The Asian behemoth is currently in a transitional period of economic and technological development; new trends, like convenience, are influencing consumer demand; and social issues are putting climate change and the need for emissions reductions under the spotlight, found a new report from the bank’s swine market focused analysts.
Between January 2003 and June 2022, China’s pork market went through five full cycles, each lasting around three to four years, they noted.
This latest cycle started in mid-2022, following a year in which hog prices bottomed out with great losses for the industry. It will differ from previous ones, as the market is more consolidated, economic growth is slower, and there is a greater social and environmental focus in China, said the team.
“Top farming companies have increased their market share, helping to smooth out cycle volatility. Consumers are becoming more segmented and more sophisticated [and] value growth is increasingly important as a result. Achieving sustainability in China requires balancing food security and environmental protection. Large parcels of land for livestock production will be increasingly difficult to find.”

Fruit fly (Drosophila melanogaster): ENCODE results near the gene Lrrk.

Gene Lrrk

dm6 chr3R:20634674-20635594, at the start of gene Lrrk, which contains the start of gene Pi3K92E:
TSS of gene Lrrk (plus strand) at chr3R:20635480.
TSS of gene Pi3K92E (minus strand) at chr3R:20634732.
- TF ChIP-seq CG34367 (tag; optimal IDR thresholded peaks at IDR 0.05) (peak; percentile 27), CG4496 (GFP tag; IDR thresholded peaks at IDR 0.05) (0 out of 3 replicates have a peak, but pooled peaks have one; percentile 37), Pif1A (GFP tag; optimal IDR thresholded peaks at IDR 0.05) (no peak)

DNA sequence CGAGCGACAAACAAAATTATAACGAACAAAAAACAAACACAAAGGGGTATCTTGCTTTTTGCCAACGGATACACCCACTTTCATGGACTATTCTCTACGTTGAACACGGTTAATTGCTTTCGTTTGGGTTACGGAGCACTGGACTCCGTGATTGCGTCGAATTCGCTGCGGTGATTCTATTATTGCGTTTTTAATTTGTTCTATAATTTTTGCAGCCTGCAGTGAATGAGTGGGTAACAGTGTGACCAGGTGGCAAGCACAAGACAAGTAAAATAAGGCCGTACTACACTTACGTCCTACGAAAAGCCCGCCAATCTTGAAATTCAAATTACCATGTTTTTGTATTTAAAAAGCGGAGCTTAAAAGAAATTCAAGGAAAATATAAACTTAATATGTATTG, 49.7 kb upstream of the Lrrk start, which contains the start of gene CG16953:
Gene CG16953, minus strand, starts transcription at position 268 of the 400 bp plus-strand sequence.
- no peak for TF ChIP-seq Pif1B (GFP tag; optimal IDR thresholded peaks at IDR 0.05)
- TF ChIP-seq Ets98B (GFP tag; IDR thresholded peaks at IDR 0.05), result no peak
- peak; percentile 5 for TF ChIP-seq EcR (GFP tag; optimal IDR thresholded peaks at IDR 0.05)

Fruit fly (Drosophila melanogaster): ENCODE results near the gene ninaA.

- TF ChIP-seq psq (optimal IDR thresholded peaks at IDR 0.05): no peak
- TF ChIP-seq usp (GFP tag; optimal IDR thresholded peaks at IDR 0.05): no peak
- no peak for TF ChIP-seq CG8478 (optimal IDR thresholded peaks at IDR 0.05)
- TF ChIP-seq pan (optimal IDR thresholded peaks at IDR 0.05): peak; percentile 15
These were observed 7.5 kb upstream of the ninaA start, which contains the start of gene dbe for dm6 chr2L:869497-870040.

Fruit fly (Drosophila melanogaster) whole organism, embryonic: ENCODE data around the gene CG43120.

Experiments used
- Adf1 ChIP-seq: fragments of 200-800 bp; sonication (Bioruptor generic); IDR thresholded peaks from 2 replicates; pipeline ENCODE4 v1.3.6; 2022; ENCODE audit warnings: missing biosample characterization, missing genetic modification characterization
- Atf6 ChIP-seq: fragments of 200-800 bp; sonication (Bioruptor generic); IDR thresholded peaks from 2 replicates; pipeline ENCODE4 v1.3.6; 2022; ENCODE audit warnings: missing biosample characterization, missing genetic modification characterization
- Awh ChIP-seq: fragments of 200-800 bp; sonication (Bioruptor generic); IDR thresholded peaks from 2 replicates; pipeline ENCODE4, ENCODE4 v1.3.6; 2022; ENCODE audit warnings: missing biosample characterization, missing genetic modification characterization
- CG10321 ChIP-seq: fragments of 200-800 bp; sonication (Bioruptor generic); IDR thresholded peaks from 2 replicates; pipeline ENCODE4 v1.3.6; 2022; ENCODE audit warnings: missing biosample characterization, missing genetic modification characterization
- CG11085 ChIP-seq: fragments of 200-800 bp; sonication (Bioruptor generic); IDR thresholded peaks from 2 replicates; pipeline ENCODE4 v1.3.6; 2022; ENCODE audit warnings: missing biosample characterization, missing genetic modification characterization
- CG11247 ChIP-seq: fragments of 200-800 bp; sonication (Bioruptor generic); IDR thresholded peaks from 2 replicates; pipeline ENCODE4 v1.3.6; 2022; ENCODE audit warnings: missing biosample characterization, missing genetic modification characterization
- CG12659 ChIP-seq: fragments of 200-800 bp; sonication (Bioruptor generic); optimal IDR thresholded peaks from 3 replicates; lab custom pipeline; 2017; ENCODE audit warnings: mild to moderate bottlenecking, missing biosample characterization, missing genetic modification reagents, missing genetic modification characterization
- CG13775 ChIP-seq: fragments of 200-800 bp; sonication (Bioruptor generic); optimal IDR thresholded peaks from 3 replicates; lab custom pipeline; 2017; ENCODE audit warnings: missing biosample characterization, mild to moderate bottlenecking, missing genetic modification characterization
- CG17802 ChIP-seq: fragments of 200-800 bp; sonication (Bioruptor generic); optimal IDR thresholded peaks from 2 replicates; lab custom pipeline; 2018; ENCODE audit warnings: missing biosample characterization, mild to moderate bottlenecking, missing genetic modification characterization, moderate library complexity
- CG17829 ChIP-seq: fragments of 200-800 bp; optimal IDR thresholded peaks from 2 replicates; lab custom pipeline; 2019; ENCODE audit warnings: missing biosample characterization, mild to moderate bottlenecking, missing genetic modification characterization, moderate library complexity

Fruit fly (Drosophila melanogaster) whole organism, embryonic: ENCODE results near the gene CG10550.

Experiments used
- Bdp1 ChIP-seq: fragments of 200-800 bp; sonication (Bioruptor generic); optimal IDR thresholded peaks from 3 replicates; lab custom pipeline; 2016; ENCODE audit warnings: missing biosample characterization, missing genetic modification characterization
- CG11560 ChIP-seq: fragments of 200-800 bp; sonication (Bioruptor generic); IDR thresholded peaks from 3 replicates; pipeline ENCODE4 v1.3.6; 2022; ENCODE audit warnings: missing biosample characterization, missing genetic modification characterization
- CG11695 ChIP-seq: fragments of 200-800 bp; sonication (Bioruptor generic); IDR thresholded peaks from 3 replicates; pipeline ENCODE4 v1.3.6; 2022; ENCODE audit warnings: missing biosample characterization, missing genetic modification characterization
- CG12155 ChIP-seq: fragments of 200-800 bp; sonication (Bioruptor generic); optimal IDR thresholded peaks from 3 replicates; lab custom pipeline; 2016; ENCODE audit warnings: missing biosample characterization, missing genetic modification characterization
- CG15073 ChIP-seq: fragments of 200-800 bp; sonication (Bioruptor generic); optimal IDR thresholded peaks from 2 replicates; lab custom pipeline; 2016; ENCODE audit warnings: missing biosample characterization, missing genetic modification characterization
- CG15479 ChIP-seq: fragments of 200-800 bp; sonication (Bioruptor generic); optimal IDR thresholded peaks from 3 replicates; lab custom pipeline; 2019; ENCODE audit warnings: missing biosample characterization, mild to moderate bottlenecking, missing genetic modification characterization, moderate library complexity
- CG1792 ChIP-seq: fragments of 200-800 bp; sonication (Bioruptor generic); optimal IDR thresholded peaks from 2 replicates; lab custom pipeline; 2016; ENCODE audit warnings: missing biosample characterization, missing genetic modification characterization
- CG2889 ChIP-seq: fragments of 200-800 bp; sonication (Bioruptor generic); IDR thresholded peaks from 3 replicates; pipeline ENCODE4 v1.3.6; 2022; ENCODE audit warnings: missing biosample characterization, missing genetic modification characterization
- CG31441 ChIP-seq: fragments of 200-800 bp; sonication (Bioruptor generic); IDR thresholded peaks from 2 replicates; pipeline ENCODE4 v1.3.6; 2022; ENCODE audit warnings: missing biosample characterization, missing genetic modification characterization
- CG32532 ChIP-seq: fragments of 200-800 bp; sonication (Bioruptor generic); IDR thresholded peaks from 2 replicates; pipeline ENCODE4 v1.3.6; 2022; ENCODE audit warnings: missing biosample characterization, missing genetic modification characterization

Market opportunities will be available to both local and global players, as a result of those developments, with considerable growth potential, found the publication.
“We expect the new cycle to have less price volatility and a slightly shorter length compared to previous cycles,” concluded Chenjun Pan, senior analyst, animal protein, Rabobank. “Where cost leaders were the survivors from the previous cycle, in the longer term, winners will be those who are not only cost leaders but are also able to integrate supply chains.”
Pan highlighted swine productivity development as a Chinese government focus, it has identified genetics as a core strategic development area. “Future development will focus on establishing a breeding system that is independent from the foreign breeder supply. New technology like automated equipment, robots, AI, etc., can be adopted to reduce costs.”
Market consolidation is growing. “With the exit of small players, we will see rising competition among large players. In a slow-growing market, competitiveness will come from cost leadership, quality, market reputation, and corporate social responsibility (CSR) efforts.”
Given the strategic importance of its pork supply, the analysts expect China to continue to import pork as an important supplement to its domestic supply.
“Although the import volume is expected to decline in 2022, China will remain the world’s largest importer with imports returning to a ‘normal’ range in this cycle. Importers will shift to a combination of trading and own processing and distribution.”